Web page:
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Consequences of Enforcing Multi-Factor Authentication

Multi-factor authentication (MFA) has become widely embraced as a method of prohibiting unwarranted access to applications and networks. From internal corporate communications platforms to online banking to some of the most popular email providers, MFA is seen as a security fundamental in 2021.

Unfortunately for corporations using SaaS apps, MFA is about as effective a defense tool as the Maginot Line was at protecting France at the onset of World War II. (Hint: It wasn’t.) You might think you’re keeping your territory safe, but the defenses are easily circumvented through other means. Here’s how:

The true security MFA offers, and the false sense that it’s absolute

As you know, authenticating identity with two or more factors is a feature of most SaaS applications these days. Users prove their identity with not just a password but an answer to a question they’ve set up in advance, through a code they are sent to their email or phone, or via random tokens provided in a separate confirmation application. 

Enabling MFA in individual applications is a good thing to do, but that can be a bit tedious for the end user looking to access multiple apps. An identity provider such as Okta can help by reinforcing these MFA practices through a centralized system and enabling single sign-on (SSO) to control and streamline access across most of an enterprise’s SaaS apps. 

So far, so good.

But look at what can happen next. Your employees share company data with external collaborators and perhaps to their own Gmail accounts. (A no-no: Never let employees share from their personal accounts nor let them share to others’ personal accounts.) They may have legitimate business purposes for doing so, but the minute access is granted to external entities, your company has just expanded its vulnerability tremendously. 

If these external domains and private email accounts do not adhere to the same stringent security practices like MFA, they’re vulnerable to account takeovers -- and that’s a serious problem. More than 22 percent of American adults -- 24 million households -- have been victims of account takeovers, according to a recent report. Such takeovers often are attributable to a lack of MFA. The security risks to your enterprise are obvious. 

Another issue: Data access is typically granted to external users without an expiration date. Even when the need to share the data has ended (the project completed or the vendor no longer part of your team) the access remains. The shared files can linger indefinitely, not reviewed again by anyone in your company. Yet the file may be passed along to a third party, who in turn shares it with someone else, and so on.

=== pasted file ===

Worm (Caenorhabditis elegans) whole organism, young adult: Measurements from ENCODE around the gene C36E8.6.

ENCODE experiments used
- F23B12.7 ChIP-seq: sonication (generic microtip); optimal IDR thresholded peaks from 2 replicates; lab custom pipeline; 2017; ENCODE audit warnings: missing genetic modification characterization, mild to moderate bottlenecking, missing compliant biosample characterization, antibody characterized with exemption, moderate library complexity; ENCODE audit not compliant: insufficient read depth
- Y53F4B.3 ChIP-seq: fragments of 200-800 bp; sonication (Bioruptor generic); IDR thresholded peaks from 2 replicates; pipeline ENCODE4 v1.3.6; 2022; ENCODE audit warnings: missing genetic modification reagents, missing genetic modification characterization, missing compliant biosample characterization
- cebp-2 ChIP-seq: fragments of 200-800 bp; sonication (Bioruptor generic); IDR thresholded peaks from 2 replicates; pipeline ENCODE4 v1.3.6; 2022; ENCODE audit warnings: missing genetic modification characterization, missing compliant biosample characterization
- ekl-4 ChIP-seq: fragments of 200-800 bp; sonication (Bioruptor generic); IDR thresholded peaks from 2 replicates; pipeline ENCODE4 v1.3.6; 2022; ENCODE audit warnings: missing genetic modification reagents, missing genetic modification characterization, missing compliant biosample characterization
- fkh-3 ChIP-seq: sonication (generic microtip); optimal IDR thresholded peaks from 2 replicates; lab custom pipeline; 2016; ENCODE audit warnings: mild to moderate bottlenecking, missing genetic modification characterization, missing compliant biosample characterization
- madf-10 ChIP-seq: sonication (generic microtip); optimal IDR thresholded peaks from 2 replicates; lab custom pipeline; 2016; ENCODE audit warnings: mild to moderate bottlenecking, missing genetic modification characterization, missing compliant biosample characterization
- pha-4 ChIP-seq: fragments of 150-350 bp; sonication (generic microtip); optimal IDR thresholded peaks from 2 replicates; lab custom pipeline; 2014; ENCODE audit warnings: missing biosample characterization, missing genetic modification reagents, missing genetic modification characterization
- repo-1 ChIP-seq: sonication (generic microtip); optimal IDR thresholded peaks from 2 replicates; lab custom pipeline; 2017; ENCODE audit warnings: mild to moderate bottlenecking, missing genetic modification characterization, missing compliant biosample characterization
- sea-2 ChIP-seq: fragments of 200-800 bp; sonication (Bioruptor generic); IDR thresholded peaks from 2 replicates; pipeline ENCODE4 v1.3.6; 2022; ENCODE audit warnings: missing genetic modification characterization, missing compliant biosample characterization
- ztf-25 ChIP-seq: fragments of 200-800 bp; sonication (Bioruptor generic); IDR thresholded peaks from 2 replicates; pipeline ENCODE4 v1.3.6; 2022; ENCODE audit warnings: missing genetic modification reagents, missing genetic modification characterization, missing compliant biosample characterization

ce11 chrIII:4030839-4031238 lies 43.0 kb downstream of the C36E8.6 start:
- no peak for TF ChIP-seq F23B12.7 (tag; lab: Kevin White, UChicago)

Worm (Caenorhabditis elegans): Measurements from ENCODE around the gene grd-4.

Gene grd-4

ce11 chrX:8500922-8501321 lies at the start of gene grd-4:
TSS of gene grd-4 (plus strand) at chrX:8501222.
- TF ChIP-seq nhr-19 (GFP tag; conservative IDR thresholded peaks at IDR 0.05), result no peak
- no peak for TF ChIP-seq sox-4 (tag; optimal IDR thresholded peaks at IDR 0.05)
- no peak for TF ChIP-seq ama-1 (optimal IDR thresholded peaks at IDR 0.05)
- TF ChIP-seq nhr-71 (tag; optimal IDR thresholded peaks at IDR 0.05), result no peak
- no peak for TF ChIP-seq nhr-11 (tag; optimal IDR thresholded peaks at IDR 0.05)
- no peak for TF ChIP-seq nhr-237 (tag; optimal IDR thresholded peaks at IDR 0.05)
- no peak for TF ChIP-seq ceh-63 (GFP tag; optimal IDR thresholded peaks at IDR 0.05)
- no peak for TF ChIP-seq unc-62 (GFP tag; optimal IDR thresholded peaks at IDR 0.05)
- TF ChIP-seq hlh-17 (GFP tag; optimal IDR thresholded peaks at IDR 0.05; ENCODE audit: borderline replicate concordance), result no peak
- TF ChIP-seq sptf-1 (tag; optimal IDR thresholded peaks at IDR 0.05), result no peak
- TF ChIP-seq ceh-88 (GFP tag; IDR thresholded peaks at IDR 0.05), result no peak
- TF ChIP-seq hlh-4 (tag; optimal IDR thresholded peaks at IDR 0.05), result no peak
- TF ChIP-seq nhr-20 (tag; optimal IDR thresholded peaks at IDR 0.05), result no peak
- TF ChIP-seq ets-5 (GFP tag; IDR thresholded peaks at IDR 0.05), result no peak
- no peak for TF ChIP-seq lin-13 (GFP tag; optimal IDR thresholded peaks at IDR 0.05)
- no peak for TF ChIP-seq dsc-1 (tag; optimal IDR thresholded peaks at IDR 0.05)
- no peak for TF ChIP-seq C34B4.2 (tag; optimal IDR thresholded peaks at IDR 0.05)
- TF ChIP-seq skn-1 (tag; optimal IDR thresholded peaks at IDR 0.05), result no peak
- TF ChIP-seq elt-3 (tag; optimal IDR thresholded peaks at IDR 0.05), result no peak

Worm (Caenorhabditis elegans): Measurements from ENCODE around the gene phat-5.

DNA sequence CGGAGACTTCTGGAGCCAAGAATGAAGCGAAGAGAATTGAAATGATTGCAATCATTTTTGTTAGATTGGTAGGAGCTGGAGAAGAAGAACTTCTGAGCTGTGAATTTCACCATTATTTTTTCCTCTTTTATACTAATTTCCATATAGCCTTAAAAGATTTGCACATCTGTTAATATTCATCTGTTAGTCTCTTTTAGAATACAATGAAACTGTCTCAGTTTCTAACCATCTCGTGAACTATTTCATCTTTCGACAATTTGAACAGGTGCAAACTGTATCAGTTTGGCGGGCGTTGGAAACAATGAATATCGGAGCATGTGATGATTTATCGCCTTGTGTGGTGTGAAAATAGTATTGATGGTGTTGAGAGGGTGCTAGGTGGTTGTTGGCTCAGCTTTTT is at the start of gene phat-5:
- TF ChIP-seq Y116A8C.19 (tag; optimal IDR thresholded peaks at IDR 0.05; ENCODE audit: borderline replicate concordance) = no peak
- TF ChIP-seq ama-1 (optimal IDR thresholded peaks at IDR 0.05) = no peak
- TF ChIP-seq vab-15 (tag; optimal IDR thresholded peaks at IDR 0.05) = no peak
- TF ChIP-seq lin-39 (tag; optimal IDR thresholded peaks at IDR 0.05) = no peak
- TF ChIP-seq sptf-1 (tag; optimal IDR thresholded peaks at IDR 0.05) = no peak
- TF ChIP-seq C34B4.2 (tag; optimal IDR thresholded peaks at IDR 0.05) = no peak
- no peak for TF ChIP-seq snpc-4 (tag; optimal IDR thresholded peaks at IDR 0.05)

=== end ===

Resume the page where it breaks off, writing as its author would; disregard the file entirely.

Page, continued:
How is MFA helping you now? 

It’s not. All those other users were able to log into their systems without going through yours. Whatever protections you’ve set up to guard your turf through MFA-controlled access have no effect on users who’ve been given passage to your valued data from an application outside of your control. And you may not even know they’re digging deep into your own backyard while it’s happening.

Is it hopeless? No.

DoControl provides the security that your MFA systems can’t

The answer isn’t to make it harder for your users to access your SaaS applications with more layers of identification. The key is to anticipate the unwanted sharing of data through SaaS apps before it’s shared, while it’s actively being used by your team, and after it’s no longer part of ongoing operations.

DoControl orchestrates this control with a centralized platform that keeps watch on ALL your SaaS applications, regardless of the presence or absence of MFA. You can establish restrictions that prevent files containing sensitive data from being shared externally or being shared to specific external domains (like gmail or other personal accounts). You can establish policies that shut down access after a set time period. You can identify abandoned files and remove sharing permissions by anyone and everyone, no matter the SaaS app in which the files reside. You can monitor for anomalous activity by users and automatically shut off access when someone starts to download an inordinate number of files, too.  

DoControl ensures that external collaborators do not have access to your company data forever.

Today’s cyber warfare advances at a rapid pace, and it takes sophisticated defense mechanisms to properly anticipate and thwart assaults before the damage is done. Contact us to get a demonstration of how DoControl can arm you against unwanted data access.

Adam Gavish is the Co-Founder and Chief Executive Officer of DoControl. Adam brings 15  years of experience in product management, software engineering, and network security. Prior to founding DoControl, Adam was a Product Manager at Google Cloud, where he led ideation, execution, and strategy of Security & Privacy products serving Fortune 500 customers. Before Google, Adam was a Senior Technical Product Manager at Amazon, where he launched customer-obsessed products improving the payment experience for 300M customers globally. Before Amazon, Adam was a Software Engineer in two successfully acquired startups, eXelate for $200M and Skyfence for $60M.

Adam is a lifetime information geek, breaking down business and technical problems into components to generate long-term learning. He loves running outdoors, playing with LEGOs with his son, and watching a good movie with his wife.

Adam holds a B.S. in Computer Science from the Academic College of Tel-Aviv Yafo and an MBA from the Johnson Graduate School of Management at Cornell University.

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